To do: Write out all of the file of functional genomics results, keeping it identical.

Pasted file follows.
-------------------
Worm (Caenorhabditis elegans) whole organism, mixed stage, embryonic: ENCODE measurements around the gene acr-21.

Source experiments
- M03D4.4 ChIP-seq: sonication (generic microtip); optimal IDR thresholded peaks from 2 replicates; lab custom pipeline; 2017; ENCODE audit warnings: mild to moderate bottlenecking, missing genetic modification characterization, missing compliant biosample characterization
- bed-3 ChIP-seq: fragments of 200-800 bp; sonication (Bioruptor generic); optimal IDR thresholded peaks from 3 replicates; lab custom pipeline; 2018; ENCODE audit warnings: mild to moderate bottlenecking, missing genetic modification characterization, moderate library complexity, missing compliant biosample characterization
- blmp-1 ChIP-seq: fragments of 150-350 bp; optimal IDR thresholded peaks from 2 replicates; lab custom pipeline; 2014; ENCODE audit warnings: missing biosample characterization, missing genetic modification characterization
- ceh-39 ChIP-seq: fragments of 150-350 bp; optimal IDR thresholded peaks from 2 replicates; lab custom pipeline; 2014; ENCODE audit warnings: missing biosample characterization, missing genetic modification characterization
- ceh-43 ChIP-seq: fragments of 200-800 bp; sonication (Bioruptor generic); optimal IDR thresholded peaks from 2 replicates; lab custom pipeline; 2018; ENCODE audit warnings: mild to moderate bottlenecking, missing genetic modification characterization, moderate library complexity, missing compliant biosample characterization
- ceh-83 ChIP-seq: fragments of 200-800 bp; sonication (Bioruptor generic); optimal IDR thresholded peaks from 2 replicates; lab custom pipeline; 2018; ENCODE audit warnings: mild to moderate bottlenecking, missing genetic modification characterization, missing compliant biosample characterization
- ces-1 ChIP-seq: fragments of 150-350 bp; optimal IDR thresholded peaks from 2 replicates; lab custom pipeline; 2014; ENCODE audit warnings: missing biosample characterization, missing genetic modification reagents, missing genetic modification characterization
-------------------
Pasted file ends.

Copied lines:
Worm (Caenorhabditis elegans) whole organism, mixed stage, embryonic: ENCODE measurements around the gene acr-21.

Source experiments
- M03D4.4 ChIP-seq: sonication (generic microtip); optimal IDR thresholded peaks from 2 replicates; lab custom pipeline; 2017; ENCODE audit warnings: mild to moderate bottlenecking, missing genetic modification characterization, missing compliant biosample characterization
- bed-3 ChIP-seq: fragments of 200-800 bp; sonication (Bioruptor generic); optimal IDR thresholded peaks from 3 replicates; lab custom pipeline; 2018; ENCODE audit warnings: mild to moderate bottlenecking, missing genetic modification characterization, moderate library complexity, missing compliant biosample characterization
- blmp-1 ChIP-seq: fragments of 150-350 bp; optimal IDR thresholded peaks from 2 replicates; lab custom pipeline; 2014; ENCODE audit warnings: missing biosample characterization, missing genetic modification characterization
- ceh-39 ChIP-seq: fragments of 150-350 bp; optimal IDR thresholded peaks from 2 replicates; lab custom pipeline; 2014; ENCODE audit warnings: missing biosample characterization, missing genetic modification characterization
- ceh-43 ChIP-seq: fragments of 200-800 bp; sonication (Bioruptor generic); optimal IDR thresholded peaks from 2 replicates; lab custom pipeline; 2018; ENCODE audit warnings: mild to moderate bottlenecking, missing genetic modification characterization, moderate library complexity, missing compliant biosample characterization
- ceh-83 ChIP-seq: fragments of 200-800 bp; sonication (Bioruptor generic); optimal IDR thresholded peaks from 2 replicates; lab custom pipeline; 2018; ENCODE audit warnings: mild to moderate bottlenecking, missing genetic modification characterization, missing compliant biosample characterization
- ces-1 ChIP-seq: fragments of 150-350 bp; optimal IDR thresholded peaks from 2 replicates; lab custom pipeline; 2014; ENCODE audit warnings: missing biosample characterization, missing genetic modification reagents, missing genetic modification characterization